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Re: [IPp] POP Statistics?
In a message dated 4/23/2002 3:30:30 PM Mountain Daylight Time,
email @ redacted writes:
> I looked at your statistics on HgBA1C and identifying "best" and
> "worst" levels will only give people, especially parents a feeling of guilt
> and saddness if their child's A1C is in the 7.5 range. That isn't a "bad"
> level---especially for kids that are growing, ill over the winter etc. You
> need to be especially careful of the labels that you apply to statistics so
> that you don't ruin your own message--that pumps are great and great for
In Michael's defense, the list with "best," "worst," etc. originated with me,
and you are right -- it would be more appropriate to use words like "highest"
and "lowest" . . .
While we use the term "checking" and "high/low/in range" when talking about
my daughter's glucose levels on a day in day out basis (instead of more
"loaded" descriptors like "testing" or "bad/good"), I tend to view A1cs in a
a different light . . .
For *me*, while BG levels are just information that we use to make decisions
about day-to-day management of my daughter's diabetes, A1cs are *MY* "grade"
for how well I've done overall during the last quarter. Even though, at 11,
Katie is capable of handling all of her diabetes management tasks, as her mom
I consider myself the person responsible overall for her diabetes care and
the A1c results are the most concrete, objective measurment of just how well
I've done concerning the medical side of diabetes management (I also "judge"
myself on how well I've done in other areas like educating Katie, managing
things so as to minimize the amount diabetes affects her quality of life,
But as to "guilt" arising from reporting A1c results (especially in this
case, when it's anonymous, aggregated data anyways), my feeling is that no
one else can make you feel guilty and, ultimately, it's really something you
do to yourself.
Everybody has different A1c goals for themselves or their child and, in the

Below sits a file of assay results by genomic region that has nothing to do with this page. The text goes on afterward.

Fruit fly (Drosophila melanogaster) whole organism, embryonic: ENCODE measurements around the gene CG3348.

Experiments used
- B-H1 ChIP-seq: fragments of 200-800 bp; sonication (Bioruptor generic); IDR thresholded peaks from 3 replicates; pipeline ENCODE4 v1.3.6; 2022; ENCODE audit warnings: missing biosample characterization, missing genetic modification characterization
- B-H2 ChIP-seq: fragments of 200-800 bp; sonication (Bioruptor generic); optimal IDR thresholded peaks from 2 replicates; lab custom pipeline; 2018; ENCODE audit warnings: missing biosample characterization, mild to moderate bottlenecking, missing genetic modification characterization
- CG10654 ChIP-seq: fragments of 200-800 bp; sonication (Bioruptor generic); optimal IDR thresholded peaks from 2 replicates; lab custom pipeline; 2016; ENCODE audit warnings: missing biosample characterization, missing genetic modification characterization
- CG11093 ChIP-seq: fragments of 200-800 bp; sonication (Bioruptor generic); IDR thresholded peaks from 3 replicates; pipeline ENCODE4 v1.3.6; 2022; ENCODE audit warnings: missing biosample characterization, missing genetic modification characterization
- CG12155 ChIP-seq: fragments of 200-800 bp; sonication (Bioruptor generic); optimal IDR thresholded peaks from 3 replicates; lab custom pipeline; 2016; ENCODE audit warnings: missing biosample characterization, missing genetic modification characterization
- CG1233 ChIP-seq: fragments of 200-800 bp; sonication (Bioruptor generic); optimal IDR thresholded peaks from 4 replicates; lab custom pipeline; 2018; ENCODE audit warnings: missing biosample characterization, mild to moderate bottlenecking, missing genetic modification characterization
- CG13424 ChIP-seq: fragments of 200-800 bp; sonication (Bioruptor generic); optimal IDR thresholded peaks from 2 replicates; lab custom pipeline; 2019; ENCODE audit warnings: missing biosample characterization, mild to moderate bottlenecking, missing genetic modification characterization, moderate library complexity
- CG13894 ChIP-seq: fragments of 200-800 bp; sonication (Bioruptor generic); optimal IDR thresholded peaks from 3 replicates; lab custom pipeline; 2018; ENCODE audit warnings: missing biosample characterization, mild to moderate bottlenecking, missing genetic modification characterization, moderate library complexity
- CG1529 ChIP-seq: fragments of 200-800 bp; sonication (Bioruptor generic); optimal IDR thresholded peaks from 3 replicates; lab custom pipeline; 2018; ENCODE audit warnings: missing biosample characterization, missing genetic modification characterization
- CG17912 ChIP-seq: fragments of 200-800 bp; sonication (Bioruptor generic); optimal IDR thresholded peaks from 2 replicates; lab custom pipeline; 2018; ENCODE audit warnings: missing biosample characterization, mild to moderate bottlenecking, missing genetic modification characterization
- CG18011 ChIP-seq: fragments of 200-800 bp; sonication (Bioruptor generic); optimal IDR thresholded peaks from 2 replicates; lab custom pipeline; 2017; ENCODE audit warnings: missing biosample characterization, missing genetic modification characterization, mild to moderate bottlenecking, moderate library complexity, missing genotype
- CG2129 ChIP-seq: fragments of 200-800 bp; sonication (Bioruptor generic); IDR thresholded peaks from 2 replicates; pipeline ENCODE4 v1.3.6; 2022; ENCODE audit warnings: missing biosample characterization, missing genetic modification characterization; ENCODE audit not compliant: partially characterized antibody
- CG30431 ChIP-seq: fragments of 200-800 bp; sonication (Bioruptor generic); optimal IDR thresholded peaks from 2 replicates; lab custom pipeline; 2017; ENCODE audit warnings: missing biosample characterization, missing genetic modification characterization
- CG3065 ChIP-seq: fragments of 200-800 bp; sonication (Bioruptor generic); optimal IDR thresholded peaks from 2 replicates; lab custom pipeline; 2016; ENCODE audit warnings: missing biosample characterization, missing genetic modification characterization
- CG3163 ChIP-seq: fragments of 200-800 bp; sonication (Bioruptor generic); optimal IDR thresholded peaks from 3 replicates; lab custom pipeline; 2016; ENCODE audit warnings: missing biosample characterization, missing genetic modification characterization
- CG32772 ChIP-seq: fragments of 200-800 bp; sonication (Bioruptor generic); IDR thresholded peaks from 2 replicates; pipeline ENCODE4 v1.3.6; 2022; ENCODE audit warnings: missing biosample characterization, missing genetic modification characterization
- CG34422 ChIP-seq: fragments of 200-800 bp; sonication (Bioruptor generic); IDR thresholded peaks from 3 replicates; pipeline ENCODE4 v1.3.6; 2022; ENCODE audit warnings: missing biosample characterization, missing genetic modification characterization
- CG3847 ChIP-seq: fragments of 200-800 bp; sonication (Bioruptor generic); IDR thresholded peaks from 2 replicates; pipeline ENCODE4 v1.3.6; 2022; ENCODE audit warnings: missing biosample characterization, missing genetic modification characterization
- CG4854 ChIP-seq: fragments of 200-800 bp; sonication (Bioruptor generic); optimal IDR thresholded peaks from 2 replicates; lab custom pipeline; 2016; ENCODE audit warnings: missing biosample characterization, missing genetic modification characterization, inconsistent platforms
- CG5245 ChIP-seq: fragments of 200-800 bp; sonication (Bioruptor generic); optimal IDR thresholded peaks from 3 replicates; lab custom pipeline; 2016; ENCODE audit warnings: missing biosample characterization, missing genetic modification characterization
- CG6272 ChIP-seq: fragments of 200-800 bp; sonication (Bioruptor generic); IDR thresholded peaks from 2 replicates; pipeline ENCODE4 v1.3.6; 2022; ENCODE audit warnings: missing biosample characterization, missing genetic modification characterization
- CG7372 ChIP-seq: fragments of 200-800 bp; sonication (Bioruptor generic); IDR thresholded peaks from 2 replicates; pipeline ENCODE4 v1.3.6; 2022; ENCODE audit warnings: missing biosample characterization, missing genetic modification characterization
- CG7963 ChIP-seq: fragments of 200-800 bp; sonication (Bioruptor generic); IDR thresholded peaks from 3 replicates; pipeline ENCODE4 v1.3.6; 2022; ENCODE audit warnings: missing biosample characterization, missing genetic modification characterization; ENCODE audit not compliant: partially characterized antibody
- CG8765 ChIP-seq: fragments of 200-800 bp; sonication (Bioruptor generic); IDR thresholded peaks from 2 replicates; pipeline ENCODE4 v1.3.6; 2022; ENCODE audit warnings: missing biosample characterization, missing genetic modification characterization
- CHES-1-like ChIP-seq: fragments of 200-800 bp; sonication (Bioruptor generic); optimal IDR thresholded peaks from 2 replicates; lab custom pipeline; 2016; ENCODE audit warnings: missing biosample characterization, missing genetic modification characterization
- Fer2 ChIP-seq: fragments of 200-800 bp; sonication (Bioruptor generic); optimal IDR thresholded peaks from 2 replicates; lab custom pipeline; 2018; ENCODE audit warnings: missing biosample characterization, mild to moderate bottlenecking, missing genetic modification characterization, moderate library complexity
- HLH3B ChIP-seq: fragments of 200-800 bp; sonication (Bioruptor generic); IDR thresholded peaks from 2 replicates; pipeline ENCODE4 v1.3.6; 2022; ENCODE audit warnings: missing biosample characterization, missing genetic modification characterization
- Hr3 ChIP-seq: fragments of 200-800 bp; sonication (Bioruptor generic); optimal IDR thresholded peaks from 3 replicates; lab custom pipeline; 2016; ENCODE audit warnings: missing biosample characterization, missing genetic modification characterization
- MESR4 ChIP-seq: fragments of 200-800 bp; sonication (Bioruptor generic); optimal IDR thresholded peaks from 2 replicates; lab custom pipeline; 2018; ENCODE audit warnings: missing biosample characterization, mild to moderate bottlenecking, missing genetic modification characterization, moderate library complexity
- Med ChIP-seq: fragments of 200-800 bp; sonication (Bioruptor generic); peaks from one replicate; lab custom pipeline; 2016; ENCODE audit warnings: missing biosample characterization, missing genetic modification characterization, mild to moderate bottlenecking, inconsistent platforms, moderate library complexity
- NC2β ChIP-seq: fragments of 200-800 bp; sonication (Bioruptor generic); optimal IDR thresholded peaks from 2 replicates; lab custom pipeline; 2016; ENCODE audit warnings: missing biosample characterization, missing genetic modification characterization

end, what really matters is how "well" you do in relation to that individual
target range. And if you understand and accept that certain A1c target range
is appropriate for your child and you're meeting that goal, why should you
feel badly because someone else has achieved their goal, even if their goal
is for a lower A1c range than what you have for your child . . .
If you're not meeting your A1c goals for your child, the only use I can see
for guilt is as a motivator to honestly assess the whys behind the A1c result
and determine what, if anything, is within your power to change for the
future. There is so much about diabetes that is truly beyond our control,
why waste energy beating yourself up for things you can't do anything about
-- and if there ARE things you CAN do to improve control in the future why
not put energy into taking action instead of putting into guilt . . .
I'm not meaning to put you down for bringing up the idea of seeing other kids
A1c levels making people feeling guilty about their child's A1c levels -- I'm
just trying to make the point that being a parent of a child with diabetes is
hard enough, so why should any of us add to the burden we all already carry
by letting ourselves fall into a guilt trap . . .
I'll get off my soap box now . . .
Pumpmama to Katie
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